My primary interests center around the folklore, customs, history, and mythology of the Celts, the Germanic speaking peoples, and the Slavs.
The severed head as a literary motif shows up in Celtic Myth and Arthurian legends with regular frequency. It likely has its origins in the practice of headhunting, which was quite common among the Celts, especially in Gaul. The preoccupation with the head extends far back beyond the historical period. Headhunting had just as much prominence within insular areas as it did on the mainland of Europe. In Ireland, Cormac’s Glossary gives a kenning for the act of head hunting “Macha’s Nut Harvest.”
Scholars of the Mediterranean such as Diodorus and Strabo both make reference to the fondness that the Celts had for preserving the heads of their enemies.
"(The Gauls) cut off the heads of enemies slain in battle and attach them to the necks of their horses. The blood stained spoils they hand over to their attendants and carry off as booty, while striking up a paean and singing a song of victory, and they nail up these first fruits upon their houses just as those who lay low wild animals in certain kinds of hunting. They embalm in cedar oil the heads of the most distinguished enemies and preserve them carefully in a chest, and display them with pride to strangers, saying that, for this head, one of their ancestors, or his father, or the man himself, refused a large sum of money. They say that some of them boast that they refused the weight of the head in gold."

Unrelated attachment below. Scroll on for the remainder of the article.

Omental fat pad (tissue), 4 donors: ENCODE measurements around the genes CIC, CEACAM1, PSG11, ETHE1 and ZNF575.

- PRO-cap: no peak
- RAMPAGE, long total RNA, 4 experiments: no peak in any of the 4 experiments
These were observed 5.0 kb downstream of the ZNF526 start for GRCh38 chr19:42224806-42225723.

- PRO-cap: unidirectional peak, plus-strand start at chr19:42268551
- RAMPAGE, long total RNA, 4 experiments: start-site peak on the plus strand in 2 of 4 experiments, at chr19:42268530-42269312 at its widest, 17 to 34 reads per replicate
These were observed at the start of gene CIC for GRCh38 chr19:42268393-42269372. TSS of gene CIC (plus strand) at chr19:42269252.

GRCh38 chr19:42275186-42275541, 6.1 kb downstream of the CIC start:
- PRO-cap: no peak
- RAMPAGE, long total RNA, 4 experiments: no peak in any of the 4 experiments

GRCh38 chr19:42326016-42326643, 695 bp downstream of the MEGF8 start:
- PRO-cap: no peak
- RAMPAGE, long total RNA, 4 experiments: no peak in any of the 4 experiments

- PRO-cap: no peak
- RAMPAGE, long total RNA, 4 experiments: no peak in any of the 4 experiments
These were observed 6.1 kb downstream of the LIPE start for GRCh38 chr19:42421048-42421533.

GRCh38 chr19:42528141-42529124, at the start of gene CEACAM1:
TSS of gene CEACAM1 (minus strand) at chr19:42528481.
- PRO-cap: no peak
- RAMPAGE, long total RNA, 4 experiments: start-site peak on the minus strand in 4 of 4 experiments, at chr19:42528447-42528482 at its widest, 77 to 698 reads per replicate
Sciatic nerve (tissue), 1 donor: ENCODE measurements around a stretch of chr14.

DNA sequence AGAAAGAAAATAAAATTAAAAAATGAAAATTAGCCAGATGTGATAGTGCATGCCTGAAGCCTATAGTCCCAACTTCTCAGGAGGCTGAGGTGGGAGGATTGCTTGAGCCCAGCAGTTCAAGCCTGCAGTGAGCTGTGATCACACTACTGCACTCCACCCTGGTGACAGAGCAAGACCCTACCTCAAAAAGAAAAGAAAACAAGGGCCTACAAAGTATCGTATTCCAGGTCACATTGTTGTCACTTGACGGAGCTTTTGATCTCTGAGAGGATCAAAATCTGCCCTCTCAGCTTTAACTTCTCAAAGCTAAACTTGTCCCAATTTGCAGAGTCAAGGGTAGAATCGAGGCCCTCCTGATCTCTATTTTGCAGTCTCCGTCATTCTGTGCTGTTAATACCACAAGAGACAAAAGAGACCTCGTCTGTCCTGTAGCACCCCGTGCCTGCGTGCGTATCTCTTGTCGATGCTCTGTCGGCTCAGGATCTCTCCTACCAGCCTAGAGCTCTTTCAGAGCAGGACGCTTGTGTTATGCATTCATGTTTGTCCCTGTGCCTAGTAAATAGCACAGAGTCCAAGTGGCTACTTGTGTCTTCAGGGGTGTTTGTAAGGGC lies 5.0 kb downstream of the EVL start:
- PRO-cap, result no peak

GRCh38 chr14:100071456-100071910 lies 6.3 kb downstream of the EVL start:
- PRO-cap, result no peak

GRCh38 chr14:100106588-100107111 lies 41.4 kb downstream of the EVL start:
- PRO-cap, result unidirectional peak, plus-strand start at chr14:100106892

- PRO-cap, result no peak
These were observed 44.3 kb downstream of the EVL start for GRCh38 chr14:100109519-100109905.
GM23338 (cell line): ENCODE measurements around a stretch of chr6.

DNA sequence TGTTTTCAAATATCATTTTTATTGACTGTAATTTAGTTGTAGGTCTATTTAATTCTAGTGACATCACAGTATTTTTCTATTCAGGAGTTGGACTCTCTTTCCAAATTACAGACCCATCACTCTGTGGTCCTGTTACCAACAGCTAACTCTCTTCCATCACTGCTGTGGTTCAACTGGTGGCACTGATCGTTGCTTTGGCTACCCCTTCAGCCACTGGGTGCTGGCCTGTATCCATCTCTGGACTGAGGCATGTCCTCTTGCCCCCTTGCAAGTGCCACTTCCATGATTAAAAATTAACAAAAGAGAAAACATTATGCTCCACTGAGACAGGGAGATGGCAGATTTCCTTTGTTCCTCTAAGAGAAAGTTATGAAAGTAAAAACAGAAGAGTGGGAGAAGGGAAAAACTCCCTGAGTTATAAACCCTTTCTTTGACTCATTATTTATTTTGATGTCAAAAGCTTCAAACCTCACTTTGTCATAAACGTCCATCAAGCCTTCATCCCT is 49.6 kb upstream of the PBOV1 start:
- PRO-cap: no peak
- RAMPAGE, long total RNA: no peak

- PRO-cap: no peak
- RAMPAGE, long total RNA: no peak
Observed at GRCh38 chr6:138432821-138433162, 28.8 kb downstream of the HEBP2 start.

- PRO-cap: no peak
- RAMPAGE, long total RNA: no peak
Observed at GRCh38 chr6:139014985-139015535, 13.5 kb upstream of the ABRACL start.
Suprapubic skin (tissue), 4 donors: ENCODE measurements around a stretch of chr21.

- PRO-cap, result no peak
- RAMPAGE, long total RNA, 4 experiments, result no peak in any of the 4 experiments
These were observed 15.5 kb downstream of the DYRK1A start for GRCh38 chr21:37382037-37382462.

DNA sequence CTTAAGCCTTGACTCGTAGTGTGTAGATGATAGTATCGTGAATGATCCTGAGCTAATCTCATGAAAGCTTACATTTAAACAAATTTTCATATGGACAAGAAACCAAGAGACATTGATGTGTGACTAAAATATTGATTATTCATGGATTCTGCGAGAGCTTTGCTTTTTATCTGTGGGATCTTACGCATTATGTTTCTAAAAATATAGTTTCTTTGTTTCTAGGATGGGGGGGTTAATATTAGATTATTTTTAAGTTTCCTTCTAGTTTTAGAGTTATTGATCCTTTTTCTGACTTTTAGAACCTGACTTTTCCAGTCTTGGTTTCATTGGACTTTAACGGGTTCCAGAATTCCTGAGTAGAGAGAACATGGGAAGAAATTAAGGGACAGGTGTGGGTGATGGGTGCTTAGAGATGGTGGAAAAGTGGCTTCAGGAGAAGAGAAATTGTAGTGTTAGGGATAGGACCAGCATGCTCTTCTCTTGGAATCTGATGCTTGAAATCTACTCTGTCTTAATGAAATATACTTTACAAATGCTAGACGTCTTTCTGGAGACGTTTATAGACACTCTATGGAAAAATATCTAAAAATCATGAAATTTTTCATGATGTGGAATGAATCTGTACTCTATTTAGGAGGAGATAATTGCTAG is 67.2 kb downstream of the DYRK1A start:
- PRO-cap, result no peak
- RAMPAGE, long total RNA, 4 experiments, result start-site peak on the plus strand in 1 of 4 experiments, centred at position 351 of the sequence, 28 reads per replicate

– Diodorus Siculus.
"There is also that custom, barbarous and exotic, which attends most of the northern tribes, when they depart from the battle they hang the heads of their enemies from the necks or their horses, and when they have brought them home, nail the spectacle to the entrance of their houses. At any rate Posidonius says that he himself saw this spectacle in many places, and that, although he first loathed it, afterwards through his familiarity with it, he could bear it calmly."